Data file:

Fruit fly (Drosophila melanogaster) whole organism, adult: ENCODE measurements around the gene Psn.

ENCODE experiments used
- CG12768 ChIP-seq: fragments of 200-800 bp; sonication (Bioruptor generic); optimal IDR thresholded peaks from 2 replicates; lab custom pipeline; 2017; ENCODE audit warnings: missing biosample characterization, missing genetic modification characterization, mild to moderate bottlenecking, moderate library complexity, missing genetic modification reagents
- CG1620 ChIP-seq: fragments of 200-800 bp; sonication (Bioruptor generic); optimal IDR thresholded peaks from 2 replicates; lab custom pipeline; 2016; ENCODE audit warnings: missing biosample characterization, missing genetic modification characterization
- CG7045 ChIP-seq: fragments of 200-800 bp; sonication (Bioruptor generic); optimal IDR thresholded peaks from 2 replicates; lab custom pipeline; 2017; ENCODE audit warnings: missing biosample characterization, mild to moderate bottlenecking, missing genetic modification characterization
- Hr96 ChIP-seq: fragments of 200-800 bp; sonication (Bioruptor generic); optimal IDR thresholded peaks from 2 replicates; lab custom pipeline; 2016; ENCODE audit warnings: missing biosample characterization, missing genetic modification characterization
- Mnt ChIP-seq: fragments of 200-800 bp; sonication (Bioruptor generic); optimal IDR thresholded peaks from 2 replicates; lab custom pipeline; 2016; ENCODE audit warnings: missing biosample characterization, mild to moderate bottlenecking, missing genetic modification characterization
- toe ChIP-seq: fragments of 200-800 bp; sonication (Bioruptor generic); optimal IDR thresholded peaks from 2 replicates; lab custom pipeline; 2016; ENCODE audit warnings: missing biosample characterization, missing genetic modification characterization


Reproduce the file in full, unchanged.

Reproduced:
Fruit fly (Drosophila melanogaster) whole organism, adult: ENCODE measurements around the gene Psn.

ENCODE experiments used
- CG12768 ChIP-seq: fragments of 200-800 bp; sonication (Bioruptor generic); optimal IDR thresholded peaks from 2 replicates; lab custom pipeline; 2017; ENCODE audit warnings: missing biosample characterization, missing genetic modification characterization, mild to moderate bottlenecking, moderate library complexity, missing genetic modification reagents
- CG1620 ChIP-seq: fragments of 200-800 bp; sonication (Bioruptor generic); optimal IDR thresholded peaks from 2 replicates; lab custom pipeline; 2016; ENCODE audit warnings: missing biosample characterization, missing genetic modification characterization
- CG7045 ChIP-seq: fragments of 200-800 bp; sonication (Bioruptor generic); optimal IDR thresholded peaks from 2 replicates; lab custom pipeline; 2017; ENCODE audit warnings: missing biosample characterization, mild to moderate bottlenecking, missing genetic modification characterization
- Hr96 ChIP-seq: fragments of 200-800 bp; sonication (Bioruptor generic); optimal IDR thresholded peaks from 2 replicates; lab custom pipeline; 2016; ENCODE audit warnings: missing biosample characterization, missing genetic modification characterization
- Mnt ChIP-seq: fragments of 200-800 bp; sonication (Bioruptor generic); optimal IDR thresholded peaks from 2 replicates; lab custom pipeline; 2016; ENCODE audit warnings: missing biosample characterization, mild to moderate bottlenecking, missing genetic modification characterization
- toe ChIP-seq: fragments of 200-800 bp; sonication (Bioruptor generic); optimal IDR thresholded peaks from 2 replicates; lab custom pipeline; 2016; ENCODE audit warnings: missing biosample characterization, missing genetic modification characterization